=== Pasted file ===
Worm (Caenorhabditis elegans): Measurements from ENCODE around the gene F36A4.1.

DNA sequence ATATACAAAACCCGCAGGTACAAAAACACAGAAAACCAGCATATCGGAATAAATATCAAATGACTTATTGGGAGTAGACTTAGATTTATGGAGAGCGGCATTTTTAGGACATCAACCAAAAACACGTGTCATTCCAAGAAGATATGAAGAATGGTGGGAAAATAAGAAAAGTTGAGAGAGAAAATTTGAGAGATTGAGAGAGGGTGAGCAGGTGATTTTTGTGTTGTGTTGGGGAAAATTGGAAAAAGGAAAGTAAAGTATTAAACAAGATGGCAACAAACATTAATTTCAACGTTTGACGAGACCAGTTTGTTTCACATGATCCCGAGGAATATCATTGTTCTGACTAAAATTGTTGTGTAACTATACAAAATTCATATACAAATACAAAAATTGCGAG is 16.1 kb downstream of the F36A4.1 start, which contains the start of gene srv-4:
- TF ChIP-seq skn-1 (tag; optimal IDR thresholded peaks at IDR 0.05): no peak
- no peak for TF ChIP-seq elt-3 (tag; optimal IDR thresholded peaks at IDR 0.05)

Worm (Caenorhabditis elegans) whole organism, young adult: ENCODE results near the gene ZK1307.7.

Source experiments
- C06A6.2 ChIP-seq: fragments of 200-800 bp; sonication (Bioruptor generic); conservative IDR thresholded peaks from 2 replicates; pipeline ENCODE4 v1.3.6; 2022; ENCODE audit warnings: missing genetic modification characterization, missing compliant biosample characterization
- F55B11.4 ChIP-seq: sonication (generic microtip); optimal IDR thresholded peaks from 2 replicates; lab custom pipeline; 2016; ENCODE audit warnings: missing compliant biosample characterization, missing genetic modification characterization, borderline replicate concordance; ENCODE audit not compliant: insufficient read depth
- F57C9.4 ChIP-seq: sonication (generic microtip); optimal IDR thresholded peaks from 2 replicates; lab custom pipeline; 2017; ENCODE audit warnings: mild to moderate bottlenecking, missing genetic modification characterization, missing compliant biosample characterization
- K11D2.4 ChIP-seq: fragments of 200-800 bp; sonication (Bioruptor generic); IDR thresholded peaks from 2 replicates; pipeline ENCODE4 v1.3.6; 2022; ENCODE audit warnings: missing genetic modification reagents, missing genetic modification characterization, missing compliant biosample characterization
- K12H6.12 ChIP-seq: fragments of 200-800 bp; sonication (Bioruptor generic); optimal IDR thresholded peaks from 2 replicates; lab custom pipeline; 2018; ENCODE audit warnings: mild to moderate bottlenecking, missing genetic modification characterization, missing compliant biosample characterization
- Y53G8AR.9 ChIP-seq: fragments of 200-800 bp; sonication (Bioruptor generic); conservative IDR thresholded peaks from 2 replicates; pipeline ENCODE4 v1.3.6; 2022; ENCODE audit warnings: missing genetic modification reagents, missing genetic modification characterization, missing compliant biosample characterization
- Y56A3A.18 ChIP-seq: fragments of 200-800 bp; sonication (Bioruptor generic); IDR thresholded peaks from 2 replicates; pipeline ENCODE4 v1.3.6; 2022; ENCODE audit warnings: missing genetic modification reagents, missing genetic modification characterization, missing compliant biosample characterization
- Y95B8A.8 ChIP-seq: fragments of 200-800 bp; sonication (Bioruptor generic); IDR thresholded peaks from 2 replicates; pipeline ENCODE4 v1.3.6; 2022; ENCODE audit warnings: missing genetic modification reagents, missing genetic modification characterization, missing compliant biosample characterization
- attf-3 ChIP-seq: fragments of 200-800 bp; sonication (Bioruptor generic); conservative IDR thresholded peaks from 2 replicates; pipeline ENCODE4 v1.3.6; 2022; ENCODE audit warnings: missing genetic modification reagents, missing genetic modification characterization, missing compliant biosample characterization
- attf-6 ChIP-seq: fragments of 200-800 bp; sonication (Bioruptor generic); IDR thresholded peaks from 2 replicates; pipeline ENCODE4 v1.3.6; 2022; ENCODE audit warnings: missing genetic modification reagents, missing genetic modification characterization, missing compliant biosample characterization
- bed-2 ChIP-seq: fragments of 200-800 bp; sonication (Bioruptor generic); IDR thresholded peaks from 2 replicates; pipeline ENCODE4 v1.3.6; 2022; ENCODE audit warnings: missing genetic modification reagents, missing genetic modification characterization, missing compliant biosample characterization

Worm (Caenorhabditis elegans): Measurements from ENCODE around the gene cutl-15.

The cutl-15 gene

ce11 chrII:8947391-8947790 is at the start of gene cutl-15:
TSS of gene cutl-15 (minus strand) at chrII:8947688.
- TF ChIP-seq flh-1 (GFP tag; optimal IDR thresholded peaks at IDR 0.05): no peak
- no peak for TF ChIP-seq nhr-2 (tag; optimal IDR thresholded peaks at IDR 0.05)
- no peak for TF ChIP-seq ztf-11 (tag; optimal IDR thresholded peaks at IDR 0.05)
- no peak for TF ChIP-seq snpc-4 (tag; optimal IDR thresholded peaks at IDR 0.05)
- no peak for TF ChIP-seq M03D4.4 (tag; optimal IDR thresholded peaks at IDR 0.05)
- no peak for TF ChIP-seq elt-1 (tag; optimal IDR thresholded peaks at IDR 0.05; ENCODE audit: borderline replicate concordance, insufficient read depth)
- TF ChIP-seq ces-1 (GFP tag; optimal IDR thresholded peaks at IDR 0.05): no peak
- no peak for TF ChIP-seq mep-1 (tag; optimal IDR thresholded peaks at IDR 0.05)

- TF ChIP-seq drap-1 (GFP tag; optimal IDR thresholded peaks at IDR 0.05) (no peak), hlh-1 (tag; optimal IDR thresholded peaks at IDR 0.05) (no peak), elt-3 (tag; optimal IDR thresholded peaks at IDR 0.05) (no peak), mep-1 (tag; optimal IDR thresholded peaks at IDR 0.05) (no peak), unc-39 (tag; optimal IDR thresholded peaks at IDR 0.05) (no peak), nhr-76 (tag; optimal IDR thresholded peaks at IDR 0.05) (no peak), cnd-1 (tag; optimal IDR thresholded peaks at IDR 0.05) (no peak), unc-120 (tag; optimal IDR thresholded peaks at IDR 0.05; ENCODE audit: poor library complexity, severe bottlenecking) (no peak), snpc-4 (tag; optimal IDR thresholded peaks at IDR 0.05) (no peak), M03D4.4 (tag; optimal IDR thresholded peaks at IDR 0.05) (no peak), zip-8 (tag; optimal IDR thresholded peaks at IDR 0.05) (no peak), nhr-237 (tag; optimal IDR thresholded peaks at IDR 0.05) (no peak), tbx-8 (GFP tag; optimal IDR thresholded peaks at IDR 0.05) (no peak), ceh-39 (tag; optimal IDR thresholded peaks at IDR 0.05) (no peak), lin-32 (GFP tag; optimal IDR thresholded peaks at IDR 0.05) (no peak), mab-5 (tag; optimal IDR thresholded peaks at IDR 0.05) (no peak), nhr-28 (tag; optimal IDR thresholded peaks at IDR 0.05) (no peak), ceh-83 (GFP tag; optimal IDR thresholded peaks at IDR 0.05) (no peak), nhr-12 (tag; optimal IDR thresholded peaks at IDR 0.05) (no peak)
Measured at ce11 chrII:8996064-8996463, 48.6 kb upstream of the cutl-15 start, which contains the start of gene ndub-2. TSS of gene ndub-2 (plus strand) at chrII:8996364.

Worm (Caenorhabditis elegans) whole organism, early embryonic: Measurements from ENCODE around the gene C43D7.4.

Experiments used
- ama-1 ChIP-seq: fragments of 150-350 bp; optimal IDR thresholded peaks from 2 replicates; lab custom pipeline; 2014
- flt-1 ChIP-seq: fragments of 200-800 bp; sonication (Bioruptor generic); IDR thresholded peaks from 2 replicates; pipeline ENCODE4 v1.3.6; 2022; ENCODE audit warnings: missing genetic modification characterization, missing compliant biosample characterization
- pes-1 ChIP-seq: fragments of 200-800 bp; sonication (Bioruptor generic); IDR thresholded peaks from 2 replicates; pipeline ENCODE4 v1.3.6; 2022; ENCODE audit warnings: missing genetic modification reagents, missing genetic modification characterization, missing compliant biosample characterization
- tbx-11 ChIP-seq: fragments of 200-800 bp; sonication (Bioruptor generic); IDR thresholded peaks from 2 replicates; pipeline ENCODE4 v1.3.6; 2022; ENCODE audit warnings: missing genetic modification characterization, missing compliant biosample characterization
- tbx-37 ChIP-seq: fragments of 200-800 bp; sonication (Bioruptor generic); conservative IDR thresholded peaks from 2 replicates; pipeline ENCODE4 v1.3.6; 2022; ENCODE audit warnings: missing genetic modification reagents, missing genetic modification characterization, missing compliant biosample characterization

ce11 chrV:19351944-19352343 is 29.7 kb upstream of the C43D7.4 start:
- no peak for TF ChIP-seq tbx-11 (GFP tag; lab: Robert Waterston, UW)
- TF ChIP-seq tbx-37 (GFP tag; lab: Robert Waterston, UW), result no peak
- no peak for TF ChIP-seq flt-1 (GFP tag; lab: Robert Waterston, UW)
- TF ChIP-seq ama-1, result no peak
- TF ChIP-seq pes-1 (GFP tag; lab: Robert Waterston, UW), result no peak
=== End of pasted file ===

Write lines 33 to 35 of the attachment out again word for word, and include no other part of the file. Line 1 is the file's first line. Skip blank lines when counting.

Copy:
Experiments used
- ama-1 ChIP-seq: fragments of 150-350 bp; optimal IDR thresholded peaks from 2 replicates; lab custom pipeline; 2014
- flt-1 ChIP-seq: fragments of 200-800 bp; sonication (Bioruptor generic); IDR thresholded peaks from 2 replicates; pipeline ENCODE4 v1.3.6; 2022; ENCODE audit warnings: missing genetic modification characterization, missing compliant biosample characterization